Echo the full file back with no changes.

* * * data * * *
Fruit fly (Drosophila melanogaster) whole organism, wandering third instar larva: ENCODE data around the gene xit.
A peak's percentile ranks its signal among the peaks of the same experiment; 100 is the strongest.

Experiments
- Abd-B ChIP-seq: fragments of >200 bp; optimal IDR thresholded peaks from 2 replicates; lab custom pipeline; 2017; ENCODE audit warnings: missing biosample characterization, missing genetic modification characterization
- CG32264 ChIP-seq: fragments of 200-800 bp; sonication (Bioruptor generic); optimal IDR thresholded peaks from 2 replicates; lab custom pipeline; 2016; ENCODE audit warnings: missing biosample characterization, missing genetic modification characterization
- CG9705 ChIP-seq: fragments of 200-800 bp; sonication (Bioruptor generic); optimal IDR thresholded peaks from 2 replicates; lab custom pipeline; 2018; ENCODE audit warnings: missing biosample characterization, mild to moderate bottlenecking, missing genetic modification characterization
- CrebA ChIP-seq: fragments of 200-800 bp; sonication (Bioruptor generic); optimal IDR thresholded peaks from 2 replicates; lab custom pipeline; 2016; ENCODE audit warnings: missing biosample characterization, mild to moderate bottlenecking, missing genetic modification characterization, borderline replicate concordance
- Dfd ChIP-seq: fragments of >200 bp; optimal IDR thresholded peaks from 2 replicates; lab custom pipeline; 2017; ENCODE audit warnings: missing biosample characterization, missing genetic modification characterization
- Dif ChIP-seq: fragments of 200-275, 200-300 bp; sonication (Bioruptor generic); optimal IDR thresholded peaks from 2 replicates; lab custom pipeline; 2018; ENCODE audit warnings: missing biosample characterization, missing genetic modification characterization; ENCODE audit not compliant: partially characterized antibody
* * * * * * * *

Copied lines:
Fruit fly (Drosophila melanogaster) whole organism, wandering third instar larva: ENCODE data around the gene xit.
A peak's percentile ranks its signal among the peaks of the same experiment; 100 is the strongest.

Experiments
- Abd-B ChIP-seq: fragments of >200 bp; optimal IDR thresholded peaks from 2 replicates; lab custom pipeline; 2017; ENCODE audit warnings: missing biosample characterization, missing genetic modification characterization
- CG32264 ChIP-seq: fragments of 200-800 bp; sonication (Bioruptor generic); optimal IDR thresholded peaks from 2 replicates; lab custom pipeline; 2016; ENCODE audit warnings: missing biosample characterization, missing genetic modification characterization
- CG9705 ChIP-seq: fragments of 200-800 bp; sonication (Bioruptor generic); optimal IDR thresholded peaks from 2 replicates; lab custom pipeline; 2018; ENCODE audit warnings: missing biosample characterization, mild to moderate bottlenecking, missing genetic modification characterization
- CrebA ChIP-seq: fragments of 200-800 bp; sonication (Bioruptor generic); optimal IDR thresholded peaks from 2 replicates; lab custom pipeline; 2016; ENCODE audit warnings: missing biosample characterization, mild to moderate bottlenecking, missing genetic modification characterization, borderline replicate concordance
- Dfd ChIP-seq: fragments of >200 bp; optimal IDR thresholded peaks from 2 replicates; lab custom pipeline; 2017; ENCODE audit warnings: missing biosample characterization, missing genetic modification characterization
- Dif ChIP-seq: fragments of 200-275, 200-300 bp; sonication (Bioruptor generic); optimal IDR thresholded peaks from 2 replicates; lab custom pipeline; 2018; ENCODE audit warnings: missing biosample characterization, missing genetic modification characterization; ENCODE audit not compliant: partially characterized antibody